In my one experience with a charter school lottery, the charter school made it quite difficult to enter the lottery; and to find out if your kid was selected, you had to go there and ask them. And, it appeared, it wasn't a random lottery at all. My son was known to the founders of the school as a star student, so when I showed up and nervously asked if his name had been picked, I was told, Don't worry about it, of course he's in.
This is a very good point. There have been some very good comments on the use of charter school lotteries as a gold standard. I think there are persuasive reasons to be concerned, even if the lotteries are fair. However, it would be in the self interest of charter schools to accept a few "star students" outright rather than lave their selection to chance. Insofar as this happens at all, we would no longer have randomization (and thus would be unable to use these lotteries to estimate causal effects, even if the other concerns were not present).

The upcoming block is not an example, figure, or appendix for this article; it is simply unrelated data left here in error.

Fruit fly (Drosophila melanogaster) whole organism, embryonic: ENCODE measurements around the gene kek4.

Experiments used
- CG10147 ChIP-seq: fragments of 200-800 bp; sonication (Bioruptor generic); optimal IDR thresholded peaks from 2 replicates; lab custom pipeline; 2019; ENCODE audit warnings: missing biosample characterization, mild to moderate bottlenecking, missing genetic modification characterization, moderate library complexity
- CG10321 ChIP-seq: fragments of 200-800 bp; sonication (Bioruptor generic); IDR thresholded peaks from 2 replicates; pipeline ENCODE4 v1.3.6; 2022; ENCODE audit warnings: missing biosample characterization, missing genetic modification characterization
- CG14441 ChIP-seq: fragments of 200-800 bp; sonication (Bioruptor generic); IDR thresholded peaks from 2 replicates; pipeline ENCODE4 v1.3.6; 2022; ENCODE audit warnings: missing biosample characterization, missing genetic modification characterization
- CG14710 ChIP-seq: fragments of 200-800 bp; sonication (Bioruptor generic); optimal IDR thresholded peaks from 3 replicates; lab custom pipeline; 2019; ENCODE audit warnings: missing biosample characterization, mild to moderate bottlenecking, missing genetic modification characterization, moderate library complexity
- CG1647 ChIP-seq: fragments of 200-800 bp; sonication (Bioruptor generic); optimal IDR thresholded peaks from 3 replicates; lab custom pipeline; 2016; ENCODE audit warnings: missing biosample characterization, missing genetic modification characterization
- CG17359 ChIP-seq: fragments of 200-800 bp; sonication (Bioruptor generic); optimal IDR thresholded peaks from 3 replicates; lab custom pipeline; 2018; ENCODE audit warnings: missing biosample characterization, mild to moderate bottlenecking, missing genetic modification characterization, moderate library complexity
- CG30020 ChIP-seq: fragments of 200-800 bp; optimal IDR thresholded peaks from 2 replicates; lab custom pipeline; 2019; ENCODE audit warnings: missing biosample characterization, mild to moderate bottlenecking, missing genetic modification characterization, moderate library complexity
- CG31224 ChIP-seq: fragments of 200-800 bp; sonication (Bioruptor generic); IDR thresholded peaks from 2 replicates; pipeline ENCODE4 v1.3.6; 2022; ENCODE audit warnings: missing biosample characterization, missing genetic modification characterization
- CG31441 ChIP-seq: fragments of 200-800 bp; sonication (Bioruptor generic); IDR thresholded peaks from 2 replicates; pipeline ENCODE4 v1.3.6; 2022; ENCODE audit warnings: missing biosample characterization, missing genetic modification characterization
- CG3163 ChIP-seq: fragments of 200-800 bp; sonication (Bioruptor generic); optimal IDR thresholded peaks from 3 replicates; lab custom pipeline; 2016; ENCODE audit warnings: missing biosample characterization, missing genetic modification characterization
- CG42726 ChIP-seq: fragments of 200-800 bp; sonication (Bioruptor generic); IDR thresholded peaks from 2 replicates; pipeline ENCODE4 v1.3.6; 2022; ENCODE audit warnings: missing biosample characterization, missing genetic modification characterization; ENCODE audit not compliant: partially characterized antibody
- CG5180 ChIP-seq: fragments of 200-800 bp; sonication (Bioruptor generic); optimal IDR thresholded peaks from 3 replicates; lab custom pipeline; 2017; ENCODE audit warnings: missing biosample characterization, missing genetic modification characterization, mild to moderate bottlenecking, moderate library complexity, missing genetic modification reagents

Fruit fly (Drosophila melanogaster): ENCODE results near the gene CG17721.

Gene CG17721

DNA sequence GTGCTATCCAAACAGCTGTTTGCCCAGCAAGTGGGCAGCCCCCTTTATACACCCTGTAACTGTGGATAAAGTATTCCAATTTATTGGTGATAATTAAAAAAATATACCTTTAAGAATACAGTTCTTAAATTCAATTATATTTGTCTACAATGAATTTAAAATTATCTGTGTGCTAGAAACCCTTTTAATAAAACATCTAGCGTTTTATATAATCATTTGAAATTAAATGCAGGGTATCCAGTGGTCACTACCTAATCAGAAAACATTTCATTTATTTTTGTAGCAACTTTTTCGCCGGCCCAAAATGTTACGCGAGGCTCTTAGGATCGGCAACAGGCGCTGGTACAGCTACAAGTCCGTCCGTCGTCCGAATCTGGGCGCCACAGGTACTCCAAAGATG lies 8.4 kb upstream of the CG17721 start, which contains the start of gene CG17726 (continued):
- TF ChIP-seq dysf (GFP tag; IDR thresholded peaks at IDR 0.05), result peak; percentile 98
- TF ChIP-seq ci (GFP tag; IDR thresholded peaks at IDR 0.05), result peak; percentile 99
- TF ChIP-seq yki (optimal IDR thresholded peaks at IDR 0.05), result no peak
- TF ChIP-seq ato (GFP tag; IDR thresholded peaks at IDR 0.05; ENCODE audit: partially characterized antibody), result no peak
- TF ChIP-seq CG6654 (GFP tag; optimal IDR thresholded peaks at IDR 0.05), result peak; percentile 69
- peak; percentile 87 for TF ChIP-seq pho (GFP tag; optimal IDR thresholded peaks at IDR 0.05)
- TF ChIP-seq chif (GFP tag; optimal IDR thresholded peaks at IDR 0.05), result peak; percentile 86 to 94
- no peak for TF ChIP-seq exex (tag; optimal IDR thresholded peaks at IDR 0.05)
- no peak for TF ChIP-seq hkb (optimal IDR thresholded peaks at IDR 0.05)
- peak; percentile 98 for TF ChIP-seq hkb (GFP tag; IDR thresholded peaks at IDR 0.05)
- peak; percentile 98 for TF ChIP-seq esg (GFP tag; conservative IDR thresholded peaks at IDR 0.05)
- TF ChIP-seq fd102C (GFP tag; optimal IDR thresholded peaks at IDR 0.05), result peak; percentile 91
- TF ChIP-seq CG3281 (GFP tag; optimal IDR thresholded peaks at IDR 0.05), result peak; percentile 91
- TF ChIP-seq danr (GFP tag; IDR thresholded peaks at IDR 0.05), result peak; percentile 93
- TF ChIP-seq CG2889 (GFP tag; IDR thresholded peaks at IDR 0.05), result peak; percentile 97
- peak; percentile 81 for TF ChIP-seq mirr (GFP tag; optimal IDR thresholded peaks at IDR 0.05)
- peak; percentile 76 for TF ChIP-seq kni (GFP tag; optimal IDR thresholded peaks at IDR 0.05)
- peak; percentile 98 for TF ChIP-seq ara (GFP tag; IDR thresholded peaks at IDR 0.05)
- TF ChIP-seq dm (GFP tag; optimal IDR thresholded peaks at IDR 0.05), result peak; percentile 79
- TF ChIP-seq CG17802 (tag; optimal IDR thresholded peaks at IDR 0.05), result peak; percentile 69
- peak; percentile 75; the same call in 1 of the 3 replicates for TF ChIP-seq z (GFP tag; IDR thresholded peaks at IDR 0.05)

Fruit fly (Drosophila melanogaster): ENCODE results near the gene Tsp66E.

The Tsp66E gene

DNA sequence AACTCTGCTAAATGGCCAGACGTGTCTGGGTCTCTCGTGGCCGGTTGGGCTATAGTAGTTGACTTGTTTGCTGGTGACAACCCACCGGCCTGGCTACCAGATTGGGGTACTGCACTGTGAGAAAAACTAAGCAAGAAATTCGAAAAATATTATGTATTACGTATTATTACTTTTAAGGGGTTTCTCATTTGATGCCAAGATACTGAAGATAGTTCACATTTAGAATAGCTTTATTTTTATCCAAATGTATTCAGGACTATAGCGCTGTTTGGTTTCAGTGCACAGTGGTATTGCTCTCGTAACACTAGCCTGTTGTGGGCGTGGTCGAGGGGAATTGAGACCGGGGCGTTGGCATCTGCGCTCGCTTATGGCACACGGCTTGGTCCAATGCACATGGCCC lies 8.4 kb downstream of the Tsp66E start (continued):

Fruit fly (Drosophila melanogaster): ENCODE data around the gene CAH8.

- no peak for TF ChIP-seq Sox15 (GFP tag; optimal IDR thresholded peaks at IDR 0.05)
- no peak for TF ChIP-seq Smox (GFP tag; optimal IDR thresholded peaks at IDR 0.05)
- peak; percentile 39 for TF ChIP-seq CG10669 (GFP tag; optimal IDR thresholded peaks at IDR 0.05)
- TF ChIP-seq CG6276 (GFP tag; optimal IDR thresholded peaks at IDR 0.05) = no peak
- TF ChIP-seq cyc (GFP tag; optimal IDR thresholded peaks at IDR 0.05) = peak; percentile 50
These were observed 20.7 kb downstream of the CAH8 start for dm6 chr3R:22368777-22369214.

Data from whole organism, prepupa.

So it seems increasingly hard to treatment there lotteries as a valid instrumental variable.
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